Quite a few of the historically-minded folks in Boulder know I’m researching Joe. One day I get an email forwarded to me from one of the gals at the Boulder History Museum. The email is originally from a gentleman in Oregon trying to find out more about a painted wooden postcard with “Rocky Mountain Joe” painted on the back. As a collector he was intrigued to know more about this guy Joe.
This painted wooden postcard did not immediately compute! He made photos for tourists, not postcards! But as soon as I saw the painting style and handwriting on the back I was pretty much sold. The week or so before I had looked at some of Joe’s oil paintings and it felt familiar. (Watch for an upcoming post about the paintings!) I have also examined many of his illustrations with lettering and the word “Post Card” looked right. Though the smudged lettering and pencil lines makes me wonder how complete this product was. While I cannot definitively say that, yes, this is one of Joe’s cards, I have a sneaking suspicion it really is.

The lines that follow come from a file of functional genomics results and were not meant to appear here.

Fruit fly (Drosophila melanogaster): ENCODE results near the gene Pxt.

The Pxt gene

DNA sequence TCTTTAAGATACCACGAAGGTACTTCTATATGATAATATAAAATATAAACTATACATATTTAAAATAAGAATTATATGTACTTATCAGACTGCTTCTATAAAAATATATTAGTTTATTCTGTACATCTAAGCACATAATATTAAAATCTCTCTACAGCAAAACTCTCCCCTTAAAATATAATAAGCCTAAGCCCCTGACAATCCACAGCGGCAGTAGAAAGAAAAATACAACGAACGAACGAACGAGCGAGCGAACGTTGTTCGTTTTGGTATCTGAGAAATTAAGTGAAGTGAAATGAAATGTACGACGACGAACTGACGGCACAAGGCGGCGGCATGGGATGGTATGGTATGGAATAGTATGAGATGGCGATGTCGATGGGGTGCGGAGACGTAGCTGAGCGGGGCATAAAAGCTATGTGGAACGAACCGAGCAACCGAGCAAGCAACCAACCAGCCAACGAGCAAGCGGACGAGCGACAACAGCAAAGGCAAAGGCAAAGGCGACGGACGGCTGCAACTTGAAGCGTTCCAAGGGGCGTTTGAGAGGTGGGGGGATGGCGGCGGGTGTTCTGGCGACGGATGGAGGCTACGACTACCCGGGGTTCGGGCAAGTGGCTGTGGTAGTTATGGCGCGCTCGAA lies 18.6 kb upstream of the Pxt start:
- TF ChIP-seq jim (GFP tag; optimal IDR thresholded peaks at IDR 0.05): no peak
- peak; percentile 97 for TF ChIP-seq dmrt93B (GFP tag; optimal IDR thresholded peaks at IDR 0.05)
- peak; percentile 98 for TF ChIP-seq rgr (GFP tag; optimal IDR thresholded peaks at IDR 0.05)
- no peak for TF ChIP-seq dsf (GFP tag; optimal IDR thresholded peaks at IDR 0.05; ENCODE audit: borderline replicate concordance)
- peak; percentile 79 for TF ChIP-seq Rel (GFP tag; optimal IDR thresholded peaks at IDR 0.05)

The mountain in the painting is the Mount of the Holy Cross in the Sawatch Range, Eagle County, Colorado. Famed nineteenth-century photographer William Henry Jackson was the first to photograph the elusive snowy cross and provide proof of its existence in 1873.
There is no way of knowing if Joe sketched this card on site, but I have a feeling he painted it from another source, such as a print or photograph, rather than taking the long treck to the Western Slope.
This postcard provides another interesting insight into Joe’s business activities. In addition to selling tourists photographic views of the Rocky Mountains and of Boulder County, it appears he also provided the quintessential tourist medium…the postcard.